The military and law enforcement are two areas that set the bar.  They have their own language and culture.  I know this on a professional and personal level.  My boyfriend has nearly 30 years in the military.  There are times during a conversation that I look at him and say, “Hey, Chief, can you translate that for me?”

I am getting better; the thought process in subtracting 12 when given a time is shortening and I no longer think of pots and pans when “cover” is mentioned.

My communication and coaching style is direct and relatable so I will explain the way I do to my clients: you scare the heck out of people.

Not for what you did or how you did it – it is how you talk. You have to admit, it is a weird language. Their fear is admitting they have no idea what you are talking about.

It is great to be face to face with someone and gently tell them that you have no idea what they are saying when they lapse into “military/law enforcement” speak; however, you do not have that luxury with your resume.

I have worked with all levels of military and law enforcement and it is the common denominator in being stalled in moving forward with a transition: miscommunication.

You are not saying anything wrong, you are just speaking in a foreign language.

When I interview my clients to create their branding, we talk about their background.  However, I ask them to explain it to me as though I know nothing about the military or law enforcement.  What is a battalion? How many people does that include? What is administrative control? I ask them to break it down as though it was a company and what would be the equivalent in that context.

That is the key to communication – explaining your value in a way that your audience understands. 

If I cannot relate to you then I cannot comprehend your value or importance in solving my challenges or problems.

It is your job to tell your story in their language.  Learn the language of the organization or industry you are targeting. Find the similarities.

For example, maneuver may translate to initiative or project or the similarity may be project management.  How does a project manager oversee a project?  What is their responsibilities, accountabilities and authorities?  How does that parallel with what you did?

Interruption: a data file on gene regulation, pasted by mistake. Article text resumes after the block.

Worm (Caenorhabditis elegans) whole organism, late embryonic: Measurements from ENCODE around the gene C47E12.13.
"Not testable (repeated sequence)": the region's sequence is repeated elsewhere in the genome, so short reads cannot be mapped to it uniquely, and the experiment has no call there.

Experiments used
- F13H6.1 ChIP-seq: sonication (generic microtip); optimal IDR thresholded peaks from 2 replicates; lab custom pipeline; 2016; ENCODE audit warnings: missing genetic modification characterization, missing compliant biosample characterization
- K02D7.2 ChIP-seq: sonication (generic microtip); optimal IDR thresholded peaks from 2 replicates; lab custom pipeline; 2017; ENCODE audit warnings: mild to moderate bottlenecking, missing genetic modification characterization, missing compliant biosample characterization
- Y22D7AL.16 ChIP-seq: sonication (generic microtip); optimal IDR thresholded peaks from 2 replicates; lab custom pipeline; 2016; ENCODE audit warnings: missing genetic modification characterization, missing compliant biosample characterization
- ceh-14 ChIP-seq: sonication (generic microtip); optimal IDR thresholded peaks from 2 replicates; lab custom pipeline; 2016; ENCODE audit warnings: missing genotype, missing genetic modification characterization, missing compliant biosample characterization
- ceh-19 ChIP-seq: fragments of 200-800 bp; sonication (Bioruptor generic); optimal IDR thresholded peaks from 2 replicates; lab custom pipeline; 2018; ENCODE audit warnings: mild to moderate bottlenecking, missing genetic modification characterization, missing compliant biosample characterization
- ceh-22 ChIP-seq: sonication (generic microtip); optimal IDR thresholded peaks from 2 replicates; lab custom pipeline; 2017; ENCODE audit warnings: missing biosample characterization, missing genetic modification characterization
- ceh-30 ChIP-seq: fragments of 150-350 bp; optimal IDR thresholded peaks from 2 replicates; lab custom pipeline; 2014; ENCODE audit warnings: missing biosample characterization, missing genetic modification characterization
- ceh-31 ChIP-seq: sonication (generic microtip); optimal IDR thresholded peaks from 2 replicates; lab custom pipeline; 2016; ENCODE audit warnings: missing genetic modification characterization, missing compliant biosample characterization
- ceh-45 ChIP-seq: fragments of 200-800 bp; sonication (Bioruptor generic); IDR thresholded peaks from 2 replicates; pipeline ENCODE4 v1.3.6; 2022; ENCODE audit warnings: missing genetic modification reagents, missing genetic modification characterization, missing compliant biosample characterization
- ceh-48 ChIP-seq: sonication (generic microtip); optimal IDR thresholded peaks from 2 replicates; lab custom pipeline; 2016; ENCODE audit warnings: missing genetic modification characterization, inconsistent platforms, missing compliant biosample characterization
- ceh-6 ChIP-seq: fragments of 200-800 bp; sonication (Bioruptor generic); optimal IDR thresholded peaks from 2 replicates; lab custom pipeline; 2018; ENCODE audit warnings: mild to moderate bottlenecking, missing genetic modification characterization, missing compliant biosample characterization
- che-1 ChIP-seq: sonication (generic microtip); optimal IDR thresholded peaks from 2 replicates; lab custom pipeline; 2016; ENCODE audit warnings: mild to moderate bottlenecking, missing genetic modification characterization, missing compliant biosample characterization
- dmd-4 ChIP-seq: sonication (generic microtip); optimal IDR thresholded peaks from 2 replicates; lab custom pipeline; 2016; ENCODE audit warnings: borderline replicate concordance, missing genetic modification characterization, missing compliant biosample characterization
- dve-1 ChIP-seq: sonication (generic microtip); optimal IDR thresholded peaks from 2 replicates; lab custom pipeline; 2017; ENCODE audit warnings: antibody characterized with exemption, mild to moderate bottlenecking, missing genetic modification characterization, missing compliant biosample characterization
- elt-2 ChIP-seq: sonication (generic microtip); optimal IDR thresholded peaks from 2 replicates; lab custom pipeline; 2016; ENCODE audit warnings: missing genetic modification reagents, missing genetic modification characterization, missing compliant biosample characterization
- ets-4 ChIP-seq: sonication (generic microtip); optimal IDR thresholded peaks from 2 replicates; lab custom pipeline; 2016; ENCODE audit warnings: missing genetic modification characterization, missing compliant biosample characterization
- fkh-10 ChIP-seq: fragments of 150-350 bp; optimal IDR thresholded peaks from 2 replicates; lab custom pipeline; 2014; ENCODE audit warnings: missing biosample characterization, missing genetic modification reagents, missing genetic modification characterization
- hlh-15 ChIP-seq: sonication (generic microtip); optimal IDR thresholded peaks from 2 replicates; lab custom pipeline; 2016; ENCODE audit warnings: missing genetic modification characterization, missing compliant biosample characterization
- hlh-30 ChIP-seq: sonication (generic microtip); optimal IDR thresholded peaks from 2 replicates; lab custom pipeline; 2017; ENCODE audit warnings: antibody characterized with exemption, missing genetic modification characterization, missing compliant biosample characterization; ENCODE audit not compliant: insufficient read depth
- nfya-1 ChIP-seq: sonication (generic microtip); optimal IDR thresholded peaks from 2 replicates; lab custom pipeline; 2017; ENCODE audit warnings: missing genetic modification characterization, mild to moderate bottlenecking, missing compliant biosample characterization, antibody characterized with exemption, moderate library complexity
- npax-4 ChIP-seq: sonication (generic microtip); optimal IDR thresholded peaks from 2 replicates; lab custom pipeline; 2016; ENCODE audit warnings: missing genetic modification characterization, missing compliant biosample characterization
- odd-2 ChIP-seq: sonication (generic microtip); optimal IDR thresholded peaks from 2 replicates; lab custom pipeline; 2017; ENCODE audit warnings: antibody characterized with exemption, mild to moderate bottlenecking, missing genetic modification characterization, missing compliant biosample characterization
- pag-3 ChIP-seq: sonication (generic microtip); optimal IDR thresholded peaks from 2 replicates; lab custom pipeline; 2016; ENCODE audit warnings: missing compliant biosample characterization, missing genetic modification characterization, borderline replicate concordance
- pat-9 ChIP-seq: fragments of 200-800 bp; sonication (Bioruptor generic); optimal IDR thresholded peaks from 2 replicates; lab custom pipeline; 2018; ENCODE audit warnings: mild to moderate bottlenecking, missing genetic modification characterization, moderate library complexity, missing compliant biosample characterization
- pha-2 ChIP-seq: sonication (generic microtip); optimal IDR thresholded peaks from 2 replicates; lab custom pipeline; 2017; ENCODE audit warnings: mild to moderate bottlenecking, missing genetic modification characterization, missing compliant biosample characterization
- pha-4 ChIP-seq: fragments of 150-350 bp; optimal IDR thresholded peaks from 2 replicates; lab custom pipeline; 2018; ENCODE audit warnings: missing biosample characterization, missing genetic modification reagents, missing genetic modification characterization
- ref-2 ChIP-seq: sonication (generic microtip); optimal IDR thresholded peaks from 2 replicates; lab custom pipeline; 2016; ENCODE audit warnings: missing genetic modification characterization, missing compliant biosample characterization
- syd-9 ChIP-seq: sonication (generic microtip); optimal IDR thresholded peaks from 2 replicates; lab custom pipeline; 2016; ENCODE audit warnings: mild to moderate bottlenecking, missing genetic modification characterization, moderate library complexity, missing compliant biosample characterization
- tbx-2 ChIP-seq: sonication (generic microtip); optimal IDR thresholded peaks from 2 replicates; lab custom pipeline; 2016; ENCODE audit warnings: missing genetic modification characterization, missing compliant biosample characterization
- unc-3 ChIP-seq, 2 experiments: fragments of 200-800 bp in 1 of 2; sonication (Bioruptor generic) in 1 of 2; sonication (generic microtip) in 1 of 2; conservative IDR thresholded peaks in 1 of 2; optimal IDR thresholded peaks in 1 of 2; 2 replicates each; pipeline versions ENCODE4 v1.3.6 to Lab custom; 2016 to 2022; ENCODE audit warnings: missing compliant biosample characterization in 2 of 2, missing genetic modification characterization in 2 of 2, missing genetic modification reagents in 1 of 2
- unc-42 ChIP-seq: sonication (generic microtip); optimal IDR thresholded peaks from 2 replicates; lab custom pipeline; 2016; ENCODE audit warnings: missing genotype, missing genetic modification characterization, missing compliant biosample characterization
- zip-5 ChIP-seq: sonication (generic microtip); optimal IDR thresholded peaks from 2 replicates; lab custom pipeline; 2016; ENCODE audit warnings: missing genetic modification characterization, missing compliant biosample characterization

Training and leadership are two important elements that almost every client possesses from their military / law enforcement experience.  What is the importance of the training – think of your audience – how did you perform or receive training, how did it improve your abilities and contributions?

Throughout your career you may have been promoted into positions that do not translate into the business world.  I do not see a lot of ‘lieutenant’ or ‘major’ in corporate job titles.  Tell us the equivalent of those positions and – just as important – why you were promoted.

Start from the most basic level – explain what you did as you were explaining it to a six year old.  Extreme?  Perhaps, but it gives you a baseline to force yourself to use language that is very simple and clear.  From there you can begin to develop your story and value based on common themes, concepts, language and value.

I have found military and law enforcement are comfortable with steps, given that, here are some steps to help transition your resume from overlooked to attention getting:

  • Identify – Determine the civilian position for which your military or law enforcement background translates
  • Research – Rind job postings and sample resumes of this / these position(s)
  • Compartmentalize – Break down the position into categories of skills, experience, training, education etc.
  • Compare – Find the similarities between the breakdown and your background
  • Translate – Identify key words and phrases and understand what they are communicating, substitute these within your narrative
  • Rewrite – Restructure your narrative into value driven, impactful statements that speak to your audience’s needs, requirements and expectations.